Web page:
Status update on Mars Reconnaissance Orbiter


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Link here. The story is focused on the decision by NASA to hold off launching a replacement for MRO and instead keep it operating for another decade. In telling this story, however, the article also provides us a detail look at the spacecraft’s present condition.

[A]ging batteries and gyroscopes, used to store electricity and aid navigation, will have to be carefully watched in the coming years to keep the mission going. “We found that they weren’t charging at full capacity,” Tamppari said of the batteries. MRO charges its batteries through its solar arrays while in sunlight. During night passes over Mars, the orbiter draws electricity from its batteries for about 40 minutes during each two-hour lap around the planet. The spacecraft now charges its batteries higher than before, NASA said, and engineers sent up commands for MRO to reduce the draw on the batteries while in shadow.

MRO’s two inertial measurement units are also showing signs of their age. Each redundant unit contains three gyroscopes and three accelerometers, feeding data about the spacecraft’s orientation to on-board computers. One measurement unit likely in the final months of its useful lifetime, Tamppari said, and the other is showing signs of degradation.

Ground controllers found a work-around by implementing an “all-stellar” navigation mode on MRO in March. The new technique allows the orbiter to sense the positions of the stars to determine which way it is pointing. “In all-stellar mode, we can do normal science and normal relay,” said Dan Johnston, MRO project manager at JPL, in a statement released in February. “The inertial measurement unit powers back on only when it’s needed, such as during safe mode, orbital trim maneuvers, or communications coverage during critical events around a Mars landing.”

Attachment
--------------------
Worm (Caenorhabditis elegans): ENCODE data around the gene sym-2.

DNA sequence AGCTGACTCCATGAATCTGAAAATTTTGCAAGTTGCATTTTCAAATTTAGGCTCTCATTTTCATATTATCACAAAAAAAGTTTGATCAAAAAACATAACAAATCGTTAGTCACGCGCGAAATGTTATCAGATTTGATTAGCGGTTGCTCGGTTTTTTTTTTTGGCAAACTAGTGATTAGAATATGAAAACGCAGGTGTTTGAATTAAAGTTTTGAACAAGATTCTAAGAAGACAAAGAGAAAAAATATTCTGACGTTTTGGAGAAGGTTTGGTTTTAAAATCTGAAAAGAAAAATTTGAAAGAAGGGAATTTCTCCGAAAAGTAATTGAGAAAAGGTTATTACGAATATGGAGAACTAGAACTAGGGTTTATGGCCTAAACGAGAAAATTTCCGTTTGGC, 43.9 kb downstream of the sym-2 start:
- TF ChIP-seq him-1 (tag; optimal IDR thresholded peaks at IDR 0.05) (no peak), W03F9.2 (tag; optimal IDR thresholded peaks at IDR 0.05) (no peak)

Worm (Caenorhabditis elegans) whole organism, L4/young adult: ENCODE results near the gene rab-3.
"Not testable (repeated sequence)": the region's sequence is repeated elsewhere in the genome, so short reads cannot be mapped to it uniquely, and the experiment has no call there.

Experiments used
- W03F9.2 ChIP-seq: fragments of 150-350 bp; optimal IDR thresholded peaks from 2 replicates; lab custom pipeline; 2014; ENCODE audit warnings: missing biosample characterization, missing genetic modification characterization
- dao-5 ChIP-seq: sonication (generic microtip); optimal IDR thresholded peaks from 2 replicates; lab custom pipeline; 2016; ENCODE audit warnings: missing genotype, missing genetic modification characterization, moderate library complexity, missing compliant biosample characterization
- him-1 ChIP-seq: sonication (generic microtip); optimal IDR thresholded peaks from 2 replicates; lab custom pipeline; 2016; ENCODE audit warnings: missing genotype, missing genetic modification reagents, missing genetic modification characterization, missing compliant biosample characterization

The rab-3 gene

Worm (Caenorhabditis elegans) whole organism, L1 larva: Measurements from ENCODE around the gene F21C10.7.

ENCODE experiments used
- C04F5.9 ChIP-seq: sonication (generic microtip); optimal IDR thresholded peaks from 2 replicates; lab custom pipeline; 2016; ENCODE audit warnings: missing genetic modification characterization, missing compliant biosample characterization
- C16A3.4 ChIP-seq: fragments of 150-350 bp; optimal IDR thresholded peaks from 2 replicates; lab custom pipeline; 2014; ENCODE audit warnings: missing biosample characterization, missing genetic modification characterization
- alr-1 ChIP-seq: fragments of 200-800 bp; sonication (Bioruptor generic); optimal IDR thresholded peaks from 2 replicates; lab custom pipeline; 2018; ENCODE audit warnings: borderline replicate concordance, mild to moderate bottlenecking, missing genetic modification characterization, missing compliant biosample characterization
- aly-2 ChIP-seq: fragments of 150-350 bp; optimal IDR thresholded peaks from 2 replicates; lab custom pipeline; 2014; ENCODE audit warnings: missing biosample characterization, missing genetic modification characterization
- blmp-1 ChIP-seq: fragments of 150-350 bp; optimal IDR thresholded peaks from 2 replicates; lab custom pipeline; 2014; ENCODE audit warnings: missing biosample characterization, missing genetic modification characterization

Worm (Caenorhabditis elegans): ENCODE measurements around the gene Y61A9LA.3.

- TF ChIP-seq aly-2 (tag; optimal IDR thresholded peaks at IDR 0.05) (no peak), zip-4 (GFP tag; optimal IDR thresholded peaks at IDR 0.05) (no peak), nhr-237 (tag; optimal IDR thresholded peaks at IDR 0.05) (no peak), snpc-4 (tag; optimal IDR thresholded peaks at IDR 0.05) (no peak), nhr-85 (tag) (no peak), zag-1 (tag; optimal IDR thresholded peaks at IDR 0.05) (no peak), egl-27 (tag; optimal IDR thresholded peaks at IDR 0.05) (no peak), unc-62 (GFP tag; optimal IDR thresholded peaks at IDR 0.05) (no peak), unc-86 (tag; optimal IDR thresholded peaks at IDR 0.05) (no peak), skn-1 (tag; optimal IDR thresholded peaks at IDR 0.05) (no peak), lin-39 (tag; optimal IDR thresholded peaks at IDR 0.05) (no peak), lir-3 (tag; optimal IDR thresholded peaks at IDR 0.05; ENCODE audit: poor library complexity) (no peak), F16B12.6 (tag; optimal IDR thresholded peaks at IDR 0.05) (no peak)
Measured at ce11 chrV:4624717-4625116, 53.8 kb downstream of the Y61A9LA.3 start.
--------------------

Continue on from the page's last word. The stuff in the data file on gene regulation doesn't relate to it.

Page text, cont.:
There’s more at the link. Since MRO is also used as the main communications relay satellite between the Martian ground-based probes and the Earth, the story also outlines the communications capabilities of all spacecraft presently orbiting Mars. All told, it seems that if MRO fails the research on the surface will be significantly impacted, even if the rovers and landers are all still working.

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3 comments

  • wodun

    They could send an MEV but now that that capability exists, maybe the MRO replacement needs to be modular enough for things like batteries and solar panels to be replaced. The gyroscopes and accelerometers might not be as easy but the MEV line can handle that.

  • Edward

    Tom D,
    That would be correct. The Mission Extension Vehicle is not yet proved ready for prime time, as it has yet to be used operationally to prove that it works, but it is reasonable to assume that a version for Mars satellites could be fairly quickly developed.

    Not all satellites are worth extending their lives (missions), but enough are worth it to make the effort and expense feasible. Problems such as technology obsolescence or hardware failure can make a satellite not worth the effort.

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